Here is the latest:
16 h 45 Governor Andrew Cuomo released new test data on virus hotspots across the state on Friday, including four areas in New York City, which have been subject to a three-tier shutdown system.
In Brooklyn’s Red Zone, which includes Gravesend, Midwood, Borough Park and Flatlands, 2.5% of tests taken Thursday came back positive. The seven-day moving average positivity rate is 4.6%, down from around 6% earlier this month. The trend is in line with what the New York Department of Health reported.
More than two weeks ago, Cuomo announced zoned closures in four areas of the state. Red zone neighborhoods, which have the highest infection rates, have been forced to close all non-essential businesses and schools. Places of worship cannot accommodate more than 10 worshipers at a time.
Cuomo on Wednesday relaxed restrictions in some areas, but kept the same rules in place for the worst-affected red areas.
A swathe of other southern Brooklyn neighborhoods, including Bay Ridge, Dyker Heights, Brighton Beach and parts of Kensington and Flatbush, recorded a daily positivity rate of 1.9%, up from 2.1% the previous day. But a bad sign, the seven-day moving average positivity rate – which experts say is a more accurate indicator – has climbed since the start of the month, from 1.4% to 2.4%.
The areas listed above have been placed in yellow areas, which have the fewest restrictions; schools and businesses can remain open as long as they follow certain precautionary measures.
In Queens, where most restrictions were lifted this week, Kew Gardens and Forest Hills posted 1.62% positivity, up from 1.9% the previous day. Those neighborhoods, which were completely moved to a yellow zone this week, posted a seven-day moving average positivity rate of 2.2%, down from 3.7% earlier this month.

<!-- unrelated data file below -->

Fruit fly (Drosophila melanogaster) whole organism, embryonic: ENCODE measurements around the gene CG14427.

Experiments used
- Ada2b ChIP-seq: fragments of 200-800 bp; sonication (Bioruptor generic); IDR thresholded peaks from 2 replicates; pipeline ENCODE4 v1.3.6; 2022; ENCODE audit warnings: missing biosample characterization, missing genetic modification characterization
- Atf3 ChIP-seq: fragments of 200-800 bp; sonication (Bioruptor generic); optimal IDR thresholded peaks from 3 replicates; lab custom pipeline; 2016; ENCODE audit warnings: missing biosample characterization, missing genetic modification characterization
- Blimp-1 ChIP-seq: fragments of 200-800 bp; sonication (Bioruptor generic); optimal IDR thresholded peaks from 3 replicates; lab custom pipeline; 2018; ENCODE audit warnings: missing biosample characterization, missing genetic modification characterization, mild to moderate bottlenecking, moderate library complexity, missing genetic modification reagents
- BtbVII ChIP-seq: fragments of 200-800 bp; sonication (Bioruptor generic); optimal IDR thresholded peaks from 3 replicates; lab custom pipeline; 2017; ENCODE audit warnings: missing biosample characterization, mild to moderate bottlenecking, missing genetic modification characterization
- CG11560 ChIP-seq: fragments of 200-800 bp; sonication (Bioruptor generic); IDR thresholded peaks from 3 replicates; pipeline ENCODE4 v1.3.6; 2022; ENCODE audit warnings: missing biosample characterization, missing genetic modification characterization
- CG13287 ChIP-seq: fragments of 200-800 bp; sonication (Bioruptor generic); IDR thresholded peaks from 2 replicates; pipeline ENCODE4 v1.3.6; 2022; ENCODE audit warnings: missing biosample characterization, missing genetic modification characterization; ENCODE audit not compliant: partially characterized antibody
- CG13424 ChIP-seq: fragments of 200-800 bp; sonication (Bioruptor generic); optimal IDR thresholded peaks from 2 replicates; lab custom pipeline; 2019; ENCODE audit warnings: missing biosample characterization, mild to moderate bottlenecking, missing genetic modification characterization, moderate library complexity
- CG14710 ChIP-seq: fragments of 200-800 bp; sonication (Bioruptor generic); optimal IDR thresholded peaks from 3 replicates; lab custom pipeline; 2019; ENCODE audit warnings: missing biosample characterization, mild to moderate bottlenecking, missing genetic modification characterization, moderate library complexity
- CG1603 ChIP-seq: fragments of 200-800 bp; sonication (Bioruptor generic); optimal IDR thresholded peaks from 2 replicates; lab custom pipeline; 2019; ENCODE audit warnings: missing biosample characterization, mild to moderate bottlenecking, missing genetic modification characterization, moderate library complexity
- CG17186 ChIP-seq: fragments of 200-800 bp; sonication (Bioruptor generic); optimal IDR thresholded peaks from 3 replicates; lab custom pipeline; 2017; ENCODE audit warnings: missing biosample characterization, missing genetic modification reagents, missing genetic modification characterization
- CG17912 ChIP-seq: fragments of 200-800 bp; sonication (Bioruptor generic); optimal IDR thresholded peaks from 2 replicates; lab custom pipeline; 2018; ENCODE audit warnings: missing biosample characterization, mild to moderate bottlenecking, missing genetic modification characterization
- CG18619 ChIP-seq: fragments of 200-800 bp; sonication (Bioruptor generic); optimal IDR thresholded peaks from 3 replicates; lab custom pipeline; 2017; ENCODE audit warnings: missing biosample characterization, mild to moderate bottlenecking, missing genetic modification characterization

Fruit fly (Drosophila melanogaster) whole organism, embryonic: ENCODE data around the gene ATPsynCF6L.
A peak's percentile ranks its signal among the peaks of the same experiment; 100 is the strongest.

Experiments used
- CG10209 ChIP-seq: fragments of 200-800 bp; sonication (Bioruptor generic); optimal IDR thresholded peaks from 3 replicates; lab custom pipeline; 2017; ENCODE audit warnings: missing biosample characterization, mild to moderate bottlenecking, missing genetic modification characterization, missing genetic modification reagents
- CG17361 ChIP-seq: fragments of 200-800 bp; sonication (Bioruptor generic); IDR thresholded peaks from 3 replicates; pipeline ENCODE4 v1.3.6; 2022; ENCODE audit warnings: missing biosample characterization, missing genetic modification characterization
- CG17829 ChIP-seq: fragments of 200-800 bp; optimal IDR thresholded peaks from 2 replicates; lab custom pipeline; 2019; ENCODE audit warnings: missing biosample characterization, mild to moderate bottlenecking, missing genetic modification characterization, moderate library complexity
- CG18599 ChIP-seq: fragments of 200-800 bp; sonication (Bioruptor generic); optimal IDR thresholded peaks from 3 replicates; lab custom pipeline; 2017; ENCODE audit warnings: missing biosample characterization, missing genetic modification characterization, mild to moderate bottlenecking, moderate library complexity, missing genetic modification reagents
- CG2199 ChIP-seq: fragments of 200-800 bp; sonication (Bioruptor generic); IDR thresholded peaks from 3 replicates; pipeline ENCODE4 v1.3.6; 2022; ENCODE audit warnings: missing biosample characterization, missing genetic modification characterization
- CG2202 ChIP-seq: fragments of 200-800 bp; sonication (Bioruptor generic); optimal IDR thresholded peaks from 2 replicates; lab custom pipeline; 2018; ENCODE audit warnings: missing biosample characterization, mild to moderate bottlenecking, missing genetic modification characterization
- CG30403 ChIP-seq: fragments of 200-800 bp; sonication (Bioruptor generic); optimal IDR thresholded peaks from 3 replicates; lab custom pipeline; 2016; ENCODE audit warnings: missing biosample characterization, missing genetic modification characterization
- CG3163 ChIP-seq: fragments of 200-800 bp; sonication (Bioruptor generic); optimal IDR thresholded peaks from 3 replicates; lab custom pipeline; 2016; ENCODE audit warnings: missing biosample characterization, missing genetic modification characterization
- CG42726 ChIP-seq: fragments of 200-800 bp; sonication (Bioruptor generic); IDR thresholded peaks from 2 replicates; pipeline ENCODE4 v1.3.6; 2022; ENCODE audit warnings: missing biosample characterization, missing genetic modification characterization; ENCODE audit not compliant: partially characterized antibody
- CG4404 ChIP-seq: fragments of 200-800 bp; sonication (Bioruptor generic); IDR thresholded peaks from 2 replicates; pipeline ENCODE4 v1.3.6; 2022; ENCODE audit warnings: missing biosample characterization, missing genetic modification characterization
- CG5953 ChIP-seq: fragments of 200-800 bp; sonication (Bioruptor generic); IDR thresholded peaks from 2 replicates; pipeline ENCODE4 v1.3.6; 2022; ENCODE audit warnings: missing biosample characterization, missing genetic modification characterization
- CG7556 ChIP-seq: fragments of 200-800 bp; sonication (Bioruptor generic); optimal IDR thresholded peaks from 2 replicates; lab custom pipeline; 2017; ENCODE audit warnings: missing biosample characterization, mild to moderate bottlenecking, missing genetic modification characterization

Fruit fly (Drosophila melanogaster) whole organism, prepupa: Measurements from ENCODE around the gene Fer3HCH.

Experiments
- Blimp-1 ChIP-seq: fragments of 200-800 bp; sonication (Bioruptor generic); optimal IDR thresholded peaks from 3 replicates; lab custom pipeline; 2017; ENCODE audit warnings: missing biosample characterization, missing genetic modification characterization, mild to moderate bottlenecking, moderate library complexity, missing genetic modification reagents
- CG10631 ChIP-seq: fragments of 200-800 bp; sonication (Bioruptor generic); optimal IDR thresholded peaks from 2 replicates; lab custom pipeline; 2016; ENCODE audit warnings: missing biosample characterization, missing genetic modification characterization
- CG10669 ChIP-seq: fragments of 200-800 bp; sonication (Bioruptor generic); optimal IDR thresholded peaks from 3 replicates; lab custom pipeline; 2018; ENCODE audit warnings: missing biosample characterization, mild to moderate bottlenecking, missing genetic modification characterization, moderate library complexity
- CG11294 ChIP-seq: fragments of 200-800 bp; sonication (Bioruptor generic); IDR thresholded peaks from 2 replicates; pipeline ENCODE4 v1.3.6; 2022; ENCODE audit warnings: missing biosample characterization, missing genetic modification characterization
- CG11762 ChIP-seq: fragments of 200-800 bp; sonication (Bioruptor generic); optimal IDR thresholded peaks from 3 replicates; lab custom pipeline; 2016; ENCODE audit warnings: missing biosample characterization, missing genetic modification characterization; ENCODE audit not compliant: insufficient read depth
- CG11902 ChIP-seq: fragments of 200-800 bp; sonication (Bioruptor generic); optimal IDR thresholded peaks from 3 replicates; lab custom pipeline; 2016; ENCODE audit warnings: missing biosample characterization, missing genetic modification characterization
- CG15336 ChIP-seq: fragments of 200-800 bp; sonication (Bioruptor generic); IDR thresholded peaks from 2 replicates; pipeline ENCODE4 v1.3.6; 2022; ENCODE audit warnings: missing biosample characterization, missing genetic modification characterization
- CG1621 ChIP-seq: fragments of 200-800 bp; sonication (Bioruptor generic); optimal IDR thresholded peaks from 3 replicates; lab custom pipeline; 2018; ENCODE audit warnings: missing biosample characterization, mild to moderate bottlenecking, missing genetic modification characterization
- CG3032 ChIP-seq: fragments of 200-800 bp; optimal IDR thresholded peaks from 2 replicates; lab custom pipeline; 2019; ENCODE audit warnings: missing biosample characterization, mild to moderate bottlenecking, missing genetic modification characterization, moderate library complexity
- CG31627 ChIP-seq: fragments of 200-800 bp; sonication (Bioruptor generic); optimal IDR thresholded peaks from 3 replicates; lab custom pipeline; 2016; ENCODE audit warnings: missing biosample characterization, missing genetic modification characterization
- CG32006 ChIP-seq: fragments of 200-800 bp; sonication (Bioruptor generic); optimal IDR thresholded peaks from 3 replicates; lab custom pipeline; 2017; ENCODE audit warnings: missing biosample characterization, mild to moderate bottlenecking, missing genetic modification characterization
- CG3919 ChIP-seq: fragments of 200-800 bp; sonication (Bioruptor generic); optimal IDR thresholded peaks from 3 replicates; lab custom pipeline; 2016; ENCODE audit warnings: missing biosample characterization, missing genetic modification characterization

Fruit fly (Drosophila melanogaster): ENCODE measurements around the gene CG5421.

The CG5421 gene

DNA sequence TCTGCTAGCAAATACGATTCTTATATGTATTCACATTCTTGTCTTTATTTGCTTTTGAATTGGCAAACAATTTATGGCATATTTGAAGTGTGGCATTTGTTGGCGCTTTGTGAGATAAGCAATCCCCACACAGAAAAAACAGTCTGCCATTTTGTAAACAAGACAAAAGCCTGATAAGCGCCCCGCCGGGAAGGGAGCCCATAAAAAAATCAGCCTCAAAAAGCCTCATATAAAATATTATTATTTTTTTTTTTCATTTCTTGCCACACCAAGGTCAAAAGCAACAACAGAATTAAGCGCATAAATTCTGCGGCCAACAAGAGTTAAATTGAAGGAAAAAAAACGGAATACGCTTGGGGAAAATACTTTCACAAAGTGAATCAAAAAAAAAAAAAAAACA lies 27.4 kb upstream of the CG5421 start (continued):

Far Rockaway, who is also now a yellow zone, recorded a daily positivity of 1.4%, down from 1.8% the day before. The seven-day moving average positivity rate is around 2%, compared to 2.9%.
The state’s latest report did not include data for Ozone Park, which was added to the yellow zone list on Wednesday.
New York residents who want to know if they live, work, or attend school in any of the affected areas can do so by entering an address in the city’s COVID-19 Zone Finder.
FDA Officially Approves Remdesivir As First COVID Treatment
The Federal Drug Administration on Thursday approved remdesivir, an antiviral drug, as the first fully licensed treatment for COVID-19.
The drug is now cleared for use by adults and pediatric patients aged 12 and older and weighing at least 88 pounds who are hospitalized with coronavirus.
In May, the FDA granted emergency use clearance for remdesivir following a trial that showed it reduced recovery times from 15 days to 10 on average. However, a study recently published by the World Health Organization found that the drug does not prevent patients from dying from coronavirus.
Still, the full approval indicates the federal agency’s confidence in the drug as an effective treatment after further examination of clinical data and production quality.
Remdesivir was among the therapies given to President Donald Trump and former New Jersey Governor Chris Christie when they contracted COVID-19.
“Today’s approval is supported by data from multiple clinical trials that the agency has rigorously evaluated and represents a significant scientific milestone in the COVID-19 pandemic,” said FDA Commissioner Stephen M Hahn, in a statement.
The drug is produced by Gilead Sciences Inc., based in California. The cost of the remedy is controversial, according to the Associated Press. Those covered by government health programs are billed $ 2,340 for typical treatment, while patients who have private insurance are billed $ 3,120.
Some medical experts on Twitter have criticized the approval of the treatment, arguing that the results so far have been mixed.